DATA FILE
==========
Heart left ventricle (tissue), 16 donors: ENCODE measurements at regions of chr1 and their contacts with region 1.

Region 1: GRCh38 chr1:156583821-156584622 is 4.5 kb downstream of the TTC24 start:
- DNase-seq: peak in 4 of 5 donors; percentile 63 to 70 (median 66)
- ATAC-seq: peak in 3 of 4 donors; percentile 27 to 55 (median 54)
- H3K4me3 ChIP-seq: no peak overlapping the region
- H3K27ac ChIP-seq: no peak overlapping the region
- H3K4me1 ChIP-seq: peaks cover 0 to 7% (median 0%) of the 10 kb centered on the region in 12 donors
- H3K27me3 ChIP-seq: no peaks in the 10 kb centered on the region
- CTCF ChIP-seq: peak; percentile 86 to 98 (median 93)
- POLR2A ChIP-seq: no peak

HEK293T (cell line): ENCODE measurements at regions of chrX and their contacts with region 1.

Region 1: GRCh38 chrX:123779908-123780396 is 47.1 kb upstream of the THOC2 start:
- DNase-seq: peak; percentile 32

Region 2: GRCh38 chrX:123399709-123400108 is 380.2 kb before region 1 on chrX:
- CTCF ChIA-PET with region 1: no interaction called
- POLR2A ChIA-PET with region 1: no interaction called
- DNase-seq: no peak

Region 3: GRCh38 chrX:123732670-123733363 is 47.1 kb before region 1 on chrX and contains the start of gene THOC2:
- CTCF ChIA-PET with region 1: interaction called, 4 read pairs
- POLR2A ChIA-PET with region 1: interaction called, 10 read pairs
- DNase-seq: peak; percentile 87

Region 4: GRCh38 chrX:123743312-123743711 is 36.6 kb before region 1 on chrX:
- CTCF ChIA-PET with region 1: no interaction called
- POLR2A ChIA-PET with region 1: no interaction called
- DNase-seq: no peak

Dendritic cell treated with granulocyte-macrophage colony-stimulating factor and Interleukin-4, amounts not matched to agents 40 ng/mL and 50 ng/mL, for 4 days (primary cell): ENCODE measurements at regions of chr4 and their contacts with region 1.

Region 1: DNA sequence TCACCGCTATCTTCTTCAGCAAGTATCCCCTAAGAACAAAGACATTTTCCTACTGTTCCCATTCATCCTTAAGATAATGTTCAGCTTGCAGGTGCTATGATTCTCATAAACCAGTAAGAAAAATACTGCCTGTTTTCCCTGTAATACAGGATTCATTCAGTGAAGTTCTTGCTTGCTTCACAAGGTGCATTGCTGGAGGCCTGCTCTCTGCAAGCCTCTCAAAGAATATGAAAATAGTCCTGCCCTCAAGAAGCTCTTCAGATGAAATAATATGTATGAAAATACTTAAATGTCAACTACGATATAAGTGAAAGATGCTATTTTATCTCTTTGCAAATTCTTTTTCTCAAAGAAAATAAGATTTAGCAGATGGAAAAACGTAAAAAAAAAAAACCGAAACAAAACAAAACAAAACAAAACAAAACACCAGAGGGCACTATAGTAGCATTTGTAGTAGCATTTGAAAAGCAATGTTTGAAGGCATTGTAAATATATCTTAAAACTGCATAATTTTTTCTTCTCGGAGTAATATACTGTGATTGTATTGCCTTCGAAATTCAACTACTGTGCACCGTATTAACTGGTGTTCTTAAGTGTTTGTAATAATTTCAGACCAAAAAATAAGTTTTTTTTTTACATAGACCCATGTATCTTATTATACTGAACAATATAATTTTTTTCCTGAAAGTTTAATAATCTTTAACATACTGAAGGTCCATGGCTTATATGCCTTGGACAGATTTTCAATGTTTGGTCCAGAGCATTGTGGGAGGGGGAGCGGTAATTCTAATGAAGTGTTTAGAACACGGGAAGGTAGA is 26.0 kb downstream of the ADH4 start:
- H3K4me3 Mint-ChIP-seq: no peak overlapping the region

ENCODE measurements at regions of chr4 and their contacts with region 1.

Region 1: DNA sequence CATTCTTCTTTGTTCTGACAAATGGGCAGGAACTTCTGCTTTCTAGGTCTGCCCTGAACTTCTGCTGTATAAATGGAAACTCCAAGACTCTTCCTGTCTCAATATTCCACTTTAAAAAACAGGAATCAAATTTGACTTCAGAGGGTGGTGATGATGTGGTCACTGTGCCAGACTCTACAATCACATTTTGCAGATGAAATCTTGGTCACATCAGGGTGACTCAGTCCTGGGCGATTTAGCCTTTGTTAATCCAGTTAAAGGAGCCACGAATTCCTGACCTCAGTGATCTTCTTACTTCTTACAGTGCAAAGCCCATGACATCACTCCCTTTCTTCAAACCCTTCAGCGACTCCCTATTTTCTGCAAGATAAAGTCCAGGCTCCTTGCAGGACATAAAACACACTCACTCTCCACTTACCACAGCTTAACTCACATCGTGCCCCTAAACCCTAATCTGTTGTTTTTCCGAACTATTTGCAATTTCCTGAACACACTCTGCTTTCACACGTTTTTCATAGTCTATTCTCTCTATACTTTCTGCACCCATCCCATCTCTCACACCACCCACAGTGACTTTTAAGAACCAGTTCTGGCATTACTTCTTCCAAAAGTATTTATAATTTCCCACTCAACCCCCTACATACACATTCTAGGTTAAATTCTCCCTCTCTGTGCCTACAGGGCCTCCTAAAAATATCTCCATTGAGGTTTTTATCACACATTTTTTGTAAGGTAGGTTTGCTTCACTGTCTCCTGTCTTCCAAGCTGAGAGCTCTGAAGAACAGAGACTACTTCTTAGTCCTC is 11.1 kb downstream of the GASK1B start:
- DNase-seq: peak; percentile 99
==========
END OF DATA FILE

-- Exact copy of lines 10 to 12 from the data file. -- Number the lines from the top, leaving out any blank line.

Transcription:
- POLR2A ChIP-seq: no peak

HEK293T (cell line): ENCODE measurements at regions of chrX and their contacts with region 1.

Region 1: GRCh38 chrX:123779908-123780396 is 47.1 kb upstream of the THOC2 start: